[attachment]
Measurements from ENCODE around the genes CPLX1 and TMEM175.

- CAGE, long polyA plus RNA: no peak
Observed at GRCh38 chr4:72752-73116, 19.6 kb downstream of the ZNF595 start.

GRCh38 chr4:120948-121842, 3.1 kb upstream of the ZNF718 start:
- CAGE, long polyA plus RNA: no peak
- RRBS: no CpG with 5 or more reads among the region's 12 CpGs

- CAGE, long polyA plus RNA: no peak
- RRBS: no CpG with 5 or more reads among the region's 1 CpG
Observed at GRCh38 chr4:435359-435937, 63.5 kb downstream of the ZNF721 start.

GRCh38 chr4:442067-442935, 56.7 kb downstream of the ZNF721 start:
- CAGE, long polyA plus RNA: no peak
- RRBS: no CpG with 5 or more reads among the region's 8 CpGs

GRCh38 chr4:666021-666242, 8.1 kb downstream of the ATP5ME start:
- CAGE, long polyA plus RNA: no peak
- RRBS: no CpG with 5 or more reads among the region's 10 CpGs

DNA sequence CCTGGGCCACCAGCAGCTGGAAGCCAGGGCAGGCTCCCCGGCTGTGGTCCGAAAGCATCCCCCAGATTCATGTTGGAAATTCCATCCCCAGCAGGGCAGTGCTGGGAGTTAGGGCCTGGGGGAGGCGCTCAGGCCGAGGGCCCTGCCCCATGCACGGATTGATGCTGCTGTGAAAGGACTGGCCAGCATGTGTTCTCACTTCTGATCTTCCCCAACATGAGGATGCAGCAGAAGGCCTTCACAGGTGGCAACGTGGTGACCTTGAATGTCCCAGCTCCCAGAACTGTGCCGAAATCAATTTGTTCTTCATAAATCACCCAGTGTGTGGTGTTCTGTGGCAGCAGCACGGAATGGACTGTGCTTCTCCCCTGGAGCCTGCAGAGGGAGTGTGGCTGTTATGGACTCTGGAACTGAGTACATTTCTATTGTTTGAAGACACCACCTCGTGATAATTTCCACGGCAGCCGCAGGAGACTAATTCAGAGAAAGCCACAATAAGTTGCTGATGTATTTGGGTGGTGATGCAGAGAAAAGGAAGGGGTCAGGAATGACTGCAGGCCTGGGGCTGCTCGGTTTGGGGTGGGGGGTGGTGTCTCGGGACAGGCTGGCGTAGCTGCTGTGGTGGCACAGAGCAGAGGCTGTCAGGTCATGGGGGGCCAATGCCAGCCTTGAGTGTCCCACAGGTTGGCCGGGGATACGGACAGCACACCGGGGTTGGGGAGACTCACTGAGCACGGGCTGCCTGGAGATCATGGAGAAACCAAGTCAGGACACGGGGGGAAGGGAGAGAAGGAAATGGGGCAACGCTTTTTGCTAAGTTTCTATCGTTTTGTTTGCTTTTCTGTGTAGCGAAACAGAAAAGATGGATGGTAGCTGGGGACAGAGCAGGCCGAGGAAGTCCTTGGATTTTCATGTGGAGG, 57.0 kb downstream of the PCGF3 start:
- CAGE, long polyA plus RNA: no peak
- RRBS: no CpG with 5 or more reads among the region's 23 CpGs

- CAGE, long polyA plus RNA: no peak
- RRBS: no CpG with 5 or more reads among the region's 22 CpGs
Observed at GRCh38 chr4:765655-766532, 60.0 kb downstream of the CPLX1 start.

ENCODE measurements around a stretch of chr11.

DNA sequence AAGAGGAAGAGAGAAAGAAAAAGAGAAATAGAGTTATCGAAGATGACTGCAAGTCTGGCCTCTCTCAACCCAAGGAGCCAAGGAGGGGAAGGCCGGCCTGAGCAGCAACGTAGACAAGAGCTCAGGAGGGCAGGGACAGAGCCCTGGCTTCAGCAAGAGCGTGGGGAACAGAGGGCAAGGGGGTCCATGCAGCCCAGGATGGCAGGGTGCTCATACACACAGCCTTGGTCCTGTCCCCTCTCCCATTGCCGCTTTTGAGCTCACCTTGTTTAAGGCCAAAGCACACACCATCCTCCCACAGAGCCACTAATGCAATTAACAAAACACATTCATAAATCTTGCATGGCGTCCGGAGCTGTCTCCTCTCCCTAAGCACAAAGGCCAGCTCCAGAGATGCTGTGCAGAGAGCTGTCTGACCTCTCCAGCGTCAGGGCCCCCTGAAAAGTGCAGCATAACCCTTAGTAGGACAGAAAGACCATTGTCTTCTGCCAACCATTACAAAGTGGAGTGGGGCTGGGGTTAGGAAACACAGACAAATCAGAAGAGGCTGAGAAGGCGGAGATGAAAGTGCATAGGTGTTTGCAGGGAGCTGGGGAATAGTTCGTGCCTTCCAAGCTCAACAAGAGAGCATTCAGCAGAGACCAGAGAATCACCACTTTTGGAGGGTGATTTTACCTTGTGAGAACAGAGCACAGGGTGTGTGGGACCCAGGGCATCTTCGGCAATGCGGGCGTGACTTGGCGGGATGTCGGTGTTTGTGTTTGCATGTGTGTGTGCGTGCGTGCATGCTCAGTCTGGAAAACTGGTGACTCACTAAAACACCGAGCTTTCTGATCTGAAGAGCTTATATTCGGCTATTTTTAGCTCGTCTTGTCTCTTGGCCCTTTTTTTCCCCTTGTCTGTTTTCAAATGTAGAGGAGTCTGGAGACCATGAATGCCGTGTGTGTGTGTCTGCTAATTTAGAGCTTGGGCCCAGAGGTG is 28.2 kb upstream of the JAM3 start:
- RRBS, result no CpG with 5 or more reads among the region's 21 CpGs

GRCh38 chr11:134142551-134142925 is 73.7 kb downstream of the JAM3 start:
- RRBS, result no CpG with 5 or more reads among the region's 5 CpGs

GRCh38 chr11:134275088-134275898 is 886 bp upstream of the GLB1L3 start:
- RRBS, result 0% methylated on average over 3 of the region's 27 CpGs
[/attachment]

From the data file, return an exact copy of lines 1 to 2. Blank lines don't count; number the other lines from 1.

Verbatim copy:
Measurements from ENCODE around the genes CPLX1 and TMEM175.

- CAGE, long polyA plus RNA: no peak